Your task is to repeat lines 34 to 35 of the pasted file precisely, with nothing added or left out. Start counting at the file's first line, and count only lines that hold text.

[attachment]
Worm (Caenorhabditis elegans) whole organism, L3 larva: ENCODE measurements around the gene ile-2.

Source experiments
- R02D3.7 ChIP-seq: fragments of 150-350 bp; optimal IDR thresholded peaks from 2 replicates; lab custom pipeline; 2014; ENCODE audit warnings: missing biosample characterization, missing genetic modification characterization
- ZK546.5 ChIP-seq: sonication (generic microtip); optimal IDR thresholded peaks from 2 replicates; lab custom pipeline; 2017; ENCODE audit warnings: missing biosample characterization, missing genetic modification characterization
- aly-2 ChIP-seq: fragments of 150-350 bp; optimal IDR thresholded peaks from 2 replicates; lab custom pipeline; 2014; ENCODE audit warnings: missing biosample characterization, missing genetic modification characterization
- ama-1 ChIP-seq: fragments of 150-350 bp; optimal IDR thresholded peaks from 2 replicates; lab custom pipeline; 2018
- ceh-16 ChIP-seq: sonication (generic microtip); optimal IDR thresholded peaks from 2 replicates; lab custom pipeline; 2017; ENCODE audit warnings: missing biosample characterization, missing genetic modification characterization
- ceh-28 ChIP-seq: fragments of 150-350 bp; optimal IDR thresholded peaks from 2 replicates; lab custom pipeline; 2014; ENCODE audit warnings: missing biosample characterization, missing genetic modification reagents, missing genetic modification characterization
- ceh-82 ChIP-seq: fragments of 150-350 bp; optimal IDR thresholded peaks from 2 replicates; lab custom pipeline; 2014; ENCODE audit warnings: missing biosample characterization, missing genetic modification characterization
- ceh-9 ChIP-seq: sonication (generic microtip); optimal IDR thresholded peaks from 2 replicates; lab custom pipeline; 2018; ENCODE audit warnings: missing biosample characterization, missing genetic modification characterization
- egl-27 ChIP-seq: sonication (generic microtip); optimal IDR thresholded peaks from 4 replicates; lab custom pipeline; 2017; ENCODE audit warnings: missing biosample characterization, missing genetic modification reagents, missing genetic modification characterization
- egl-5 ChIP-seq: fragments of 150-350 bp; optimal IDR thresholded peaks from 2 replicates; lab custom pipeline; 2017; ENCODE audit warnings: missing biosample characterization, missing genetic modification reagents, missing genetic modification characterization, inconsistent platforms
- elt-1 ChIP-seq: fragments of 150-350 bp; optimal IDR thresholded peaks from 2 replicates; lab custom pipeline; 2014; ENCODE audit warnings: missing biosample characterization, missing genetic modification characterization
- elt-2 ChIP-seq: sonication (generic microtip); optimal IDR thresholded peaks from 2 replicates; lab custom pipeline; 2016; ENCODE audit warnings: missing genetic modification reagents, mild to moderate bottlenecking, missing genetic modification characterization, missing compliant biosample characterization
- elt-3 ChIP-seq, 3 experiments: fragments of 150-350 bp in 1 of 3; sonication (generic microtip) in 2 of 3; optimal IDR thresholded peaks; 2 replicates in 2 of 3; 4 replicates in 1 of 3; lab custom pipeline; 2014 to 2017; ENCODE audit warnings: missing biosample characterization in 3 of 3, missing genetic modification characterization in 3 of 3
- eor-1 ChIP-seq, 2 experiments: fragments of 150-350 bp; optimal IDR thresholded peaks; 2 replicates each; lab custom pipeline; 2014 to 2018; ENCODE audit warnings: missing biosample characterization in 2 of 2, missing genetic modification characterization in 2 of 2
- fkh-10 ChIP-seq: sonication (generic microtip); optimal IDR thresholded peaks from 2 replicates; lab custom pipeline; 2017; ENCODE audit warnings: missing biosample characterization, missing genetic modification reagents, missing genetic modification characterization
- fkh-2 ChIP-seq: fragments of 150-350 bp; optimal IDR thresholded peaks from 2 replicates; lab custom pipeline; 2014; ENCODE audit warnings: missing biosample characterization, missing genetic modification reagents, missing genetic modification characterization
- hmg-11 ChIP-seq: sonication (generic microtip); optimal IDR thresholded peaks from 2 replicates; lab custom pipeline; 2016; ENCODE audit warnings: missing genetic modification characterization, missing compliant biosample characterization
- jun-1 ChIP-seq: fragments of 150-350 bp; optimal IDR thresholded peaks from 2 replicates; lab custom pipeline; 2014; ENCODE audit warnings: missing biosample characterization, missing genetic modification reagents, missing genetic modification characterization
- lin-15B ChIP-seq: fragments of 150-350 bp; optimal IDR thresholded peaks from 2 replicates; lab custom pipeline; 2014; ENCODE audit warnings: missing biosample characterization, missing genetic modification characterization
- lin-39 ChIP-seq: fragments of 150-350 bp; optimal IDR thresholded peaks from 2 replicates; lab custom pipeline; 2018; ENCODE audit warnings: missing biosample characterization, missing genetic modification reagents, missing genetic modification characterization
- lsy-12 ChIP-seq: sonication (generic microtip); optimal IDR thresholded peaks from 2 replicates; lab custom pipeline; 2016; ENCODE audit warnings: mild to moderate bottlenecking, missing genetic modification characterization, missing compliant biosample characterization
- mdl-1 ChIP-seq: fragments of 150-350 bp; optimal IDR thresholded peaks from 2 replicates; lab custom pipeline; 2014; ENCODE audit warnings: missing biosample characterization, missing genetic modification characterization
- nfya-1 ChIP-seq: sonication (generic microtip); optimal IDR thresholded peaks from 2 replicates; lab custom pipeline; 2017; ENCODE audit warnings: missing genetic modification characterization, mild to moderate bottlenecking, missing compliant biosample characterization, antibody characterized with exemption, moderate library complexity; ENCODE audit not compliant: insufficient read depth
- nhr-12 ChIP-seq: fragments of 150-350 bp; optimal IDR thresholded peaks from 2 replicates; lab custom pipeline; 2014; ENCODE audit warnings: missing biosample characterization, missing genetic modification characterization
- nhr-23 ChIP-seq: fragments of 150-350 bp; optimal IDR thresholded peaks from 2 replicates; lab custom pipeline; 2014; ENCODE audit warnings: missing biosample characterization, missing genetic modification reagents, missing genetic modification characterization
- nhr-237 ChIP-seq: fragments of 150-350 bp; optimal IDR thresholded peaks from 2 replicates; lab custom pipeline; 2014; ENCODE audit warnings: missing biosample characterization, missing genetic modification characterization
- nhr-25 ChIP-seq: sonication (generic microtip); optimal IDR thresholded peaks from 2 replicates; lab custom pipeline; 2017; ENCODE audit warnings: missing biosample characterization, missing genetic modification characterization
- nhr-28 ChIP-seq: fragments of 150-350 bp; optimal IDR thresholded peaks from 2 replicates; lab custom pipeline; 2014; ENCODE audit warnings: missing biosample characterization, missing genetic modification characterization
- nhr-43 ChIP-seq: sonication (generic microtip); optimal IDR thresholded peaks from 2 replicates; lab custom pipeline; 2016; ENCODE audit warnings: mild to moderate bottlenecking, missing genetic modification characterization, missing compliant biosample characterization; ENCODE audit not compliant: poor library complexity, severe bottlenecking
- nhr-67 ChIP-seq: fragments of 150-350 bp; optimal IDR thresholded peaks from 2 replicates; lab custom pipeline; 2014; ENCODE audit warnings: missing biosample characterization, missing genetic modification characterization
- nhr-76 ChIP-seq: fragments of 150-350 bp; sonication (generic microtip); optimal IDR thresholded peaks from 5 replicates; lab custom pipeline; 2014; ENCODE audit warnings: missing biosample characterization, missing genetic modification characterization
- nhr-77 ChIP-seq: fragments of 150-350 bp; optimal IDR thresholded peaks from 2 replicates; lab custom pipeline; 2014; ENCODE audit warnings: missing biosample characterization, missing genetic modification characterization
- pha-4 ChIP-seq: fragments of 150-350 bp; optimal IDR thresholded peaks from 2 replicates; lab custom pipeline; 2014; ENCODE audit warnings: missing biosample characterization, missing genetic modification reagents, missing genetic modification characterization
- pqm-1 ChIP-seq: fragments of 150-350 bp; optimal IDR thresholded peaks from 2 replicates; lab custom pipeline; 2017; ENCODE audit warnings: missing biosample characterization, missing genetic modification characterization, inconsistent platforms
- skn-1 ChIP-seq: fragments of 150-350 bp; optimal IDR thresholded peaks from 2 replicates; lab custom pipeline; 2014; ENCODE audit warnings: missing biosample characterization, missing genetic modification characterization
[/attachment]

- nhr-77 ChIP-seq: fragments of 150-350 bp; optimal IDR thresholded peaks from 2 replicates; lab custom pipeline; 2014; ENCODE audit warnings: missing biosample characterization, missing genetic modification characterization
- pha-4 ChIP-seq: fragments of 150-350 bp; optimal IDR thresholded peaks from 2 replicates; lab custom pipeline; 2014; ENCODE audit warnings: missing biosample characterization, missing genetic modification reagents, missing genetic modification characterization